Even if no notice period is stated in your contract, you may still be able to base a claim on your statutory right to notice as set out above. An employee who is dismissed for gross misconduct generally forfeits their right to notice or a notice payment.

6. The rough guide to redundancy

Redundancy is when an employee is dismissed because a company no longer needs anyone to carry out that particular work, perhaps due to changes in the business such as a restructure or a downturn. If the role that an employee did is no longer available because the business or workplace closes down, this usually leads to a redundancy situation too. The employer will firstly need to show that the reason for the redundancy is genuine and the reasons mentioned above can be deemed as genuine.

You have certain rights in relation to redundancy. As well as possibly being entitled to redundancy pay (both statutory and contractual), you have the right to reasonable time off to look for a new job or arrange training and to not be unfairly selected for redundancy.

If they select someone for redundancy for any of the following reasons, then they may face a claim for unfair dismissal and/or discrimination:

  • Gender
  • Marital status
  • Sexual orientation
  • Race
  • Disability
  • Religion or belief
  • Age
  • Membership or non-membership of a trade union
  • Health and safety activities
  • Working pattern (e.g. part-time or fixed-term employees)
  • Maternity leave, birth or pregnancy
  • Paternity leave, parental or dependants leave
  • Their exercise of their statutory rights
  • Whistleblowing (e.g. making disclosures about wrongdoing)
  • Taking part in lawful industrial action lasting 12 weeks or less
  • Taking action on health and safety grounds
  • Doing jury service
  • Being trustee of a company pension scheme.

Even if they can show that the reason for the redundancy is genuine, they will also have to show that they have followed a fair procedure when they selected the employees for redundancy.

Common fair ways of selecting employees for redundancy include:

  • Firstly asking for volunteers;
  • Considering the pool of roles that are to be considered for redundancy;
  • Devising an objective selection criteria to help them select employees for redundancy and one that is relevant to the pool;
  • Providing guidance to accompany the selection criteria to ensure consistency is applied;
  • Use previous appraisals, 1-1 evidence, assessments and supervisions as well as management feedback and indicators to assist with scoring against the selection criteria;
  • Considering whether there have been any previous disciplinary issues;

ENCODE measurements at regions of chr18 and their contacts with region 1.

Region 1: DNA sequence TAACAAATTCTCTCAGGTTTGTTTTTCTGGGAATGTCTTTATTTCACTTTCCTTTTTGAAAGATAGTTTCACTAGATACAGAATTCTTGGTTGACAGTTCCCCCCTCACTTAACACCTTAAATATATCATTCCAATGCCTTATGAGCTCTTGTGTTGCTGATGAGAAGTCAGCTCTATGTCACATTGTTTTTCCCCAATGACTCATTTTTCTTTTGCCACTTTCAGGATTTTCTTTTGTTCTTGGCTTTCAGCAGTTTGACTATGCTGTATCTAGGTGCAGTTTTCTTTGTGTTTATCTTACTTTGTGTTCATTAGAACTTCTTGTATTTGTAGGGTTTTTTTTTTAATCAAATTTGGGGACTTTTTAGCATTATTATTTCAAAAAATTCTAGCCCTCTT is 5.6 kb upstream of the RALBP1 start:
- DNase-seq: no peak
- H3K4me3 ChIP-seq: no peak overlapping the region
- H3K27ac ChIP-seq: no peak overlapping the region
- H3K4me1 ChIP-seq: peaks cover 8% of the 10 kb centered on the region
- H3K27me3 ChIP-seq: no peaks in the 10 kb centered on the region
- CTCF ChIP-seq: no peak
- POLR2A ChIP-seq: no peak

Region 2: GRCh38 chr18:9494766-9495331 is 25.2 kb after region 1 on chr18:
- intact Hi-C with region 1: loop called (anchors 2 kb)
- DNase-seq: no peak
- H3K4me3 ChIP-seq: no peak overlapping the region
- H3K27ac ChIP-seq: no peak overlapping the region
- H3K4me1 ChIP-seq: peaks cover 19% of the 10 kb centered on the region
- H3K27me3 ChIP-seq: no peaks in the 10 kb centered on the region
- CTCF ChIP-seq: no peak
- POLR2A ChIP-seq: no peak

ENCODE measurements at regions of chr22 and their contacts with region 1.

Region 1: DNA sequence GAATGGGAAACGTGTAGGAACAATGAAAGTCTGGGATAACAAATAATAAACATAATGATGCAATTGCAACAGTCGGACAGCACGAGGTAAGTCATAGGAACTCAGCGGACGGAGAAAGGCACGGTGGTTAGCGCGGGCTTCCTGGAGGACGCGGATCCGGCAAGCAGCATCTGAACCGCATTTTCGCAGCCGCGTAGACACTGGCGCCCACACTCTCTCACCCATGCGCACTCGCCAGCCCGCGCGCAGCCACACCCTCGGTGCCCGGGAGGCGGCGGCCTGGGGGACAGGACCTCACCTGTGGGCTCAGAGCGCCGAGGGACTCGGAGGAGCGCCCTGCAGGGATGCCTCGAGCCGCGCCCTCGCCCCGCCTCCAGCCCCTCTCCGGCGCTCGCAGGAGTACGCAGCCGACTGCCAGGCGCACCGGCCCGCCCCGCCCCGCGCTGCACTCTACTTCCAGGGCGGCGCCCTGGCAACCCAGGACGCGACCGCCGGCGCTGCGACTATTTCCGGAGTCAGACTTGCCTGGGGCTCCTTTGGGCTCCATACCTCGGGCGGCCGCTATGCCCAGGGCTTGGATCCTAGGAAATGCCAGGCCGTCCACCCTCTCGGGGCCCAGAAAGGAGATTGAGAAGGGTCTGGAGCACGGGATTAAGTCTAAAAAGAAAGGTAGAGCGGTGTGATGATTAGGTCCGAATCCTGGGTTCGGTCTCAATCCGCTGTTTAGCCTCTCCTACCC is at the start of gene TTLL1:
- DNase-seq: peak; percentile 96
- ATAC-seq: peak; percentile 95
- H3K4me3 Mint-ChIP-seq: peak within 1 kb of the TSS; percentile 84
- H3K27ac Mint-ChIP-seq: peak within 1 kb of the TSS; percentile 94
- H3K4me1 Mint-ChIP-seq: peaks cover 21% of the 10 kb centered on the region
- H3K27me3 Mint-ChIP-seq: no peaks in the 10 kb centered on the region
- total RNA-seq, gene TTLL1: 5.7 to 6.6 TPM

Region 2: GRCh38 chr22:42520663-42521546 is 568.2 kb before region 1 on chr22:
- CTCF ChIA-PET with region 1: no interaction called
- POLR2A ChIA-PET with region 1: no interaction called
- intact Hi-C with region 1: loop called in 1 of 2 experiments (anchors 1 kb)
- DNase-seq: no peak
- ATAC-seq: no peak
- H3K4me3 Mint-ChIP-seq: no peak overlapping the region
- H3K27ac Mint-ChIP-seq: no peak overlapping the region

• Considering skills, qualifications and experience as criteria.

Any member of staff that they choose to make redundant will be entitled to consultation on the matter, where you can discuss the reasons for their selection and any alternatives. If a selection criteria and scoring exercise have been carried out, they should share your performance with you.

If they are making more than 20 employees redundant then the consultation should take place with a representative, either from the trade union or elected from the workforce. There is also an obligation to report the redundancies to the Secretary of State for BEIS where more than 20 employees will be made redundant.

In addition to this, there is also a minimum consultation period where more than 20 employees will be made redundant. There is no minimum consultation period if less employees are to be made redundant, the consultation period should just be long enough for the employees to receive meaningful consultation.

Redundancy pay

Statutory redundancy pay should be paid to those who have been working for their current employer for two years or more. Employees should also check their employment contract to check whether they are entitled to any enhanced redundancy payments.

For the length of the consultation, the following minimums exist:

For each year your employee was: They will receive:
Under 22 Half a week’s pay
Between 22 and 41 One weeks pay
Over 41 One and a half week’s pay

Certain caps do however apply to statutory redundancy pay. Length of service is capped at 20 years, while the maximum redundancy pay per week is £538 (from 6 April 2020). A maximum amount of a statutory redundancy payment is £16,140.00 from 6 April 2020).

The GOV.UK website offers a helpful employee redundancy calculator. However, it is important to note that an employer will not have to pay this to you if they offer to keep you on or find you suitable alternative employment.

Notice periods

As an employer they are obliged to give employees a minimum notice period before redundancy takes effect (see above). These are known as statutory notice periods and depend on your length of service with the company. Employees should also check their employment contract as their notice period may be longer.

Payment in lieu of notice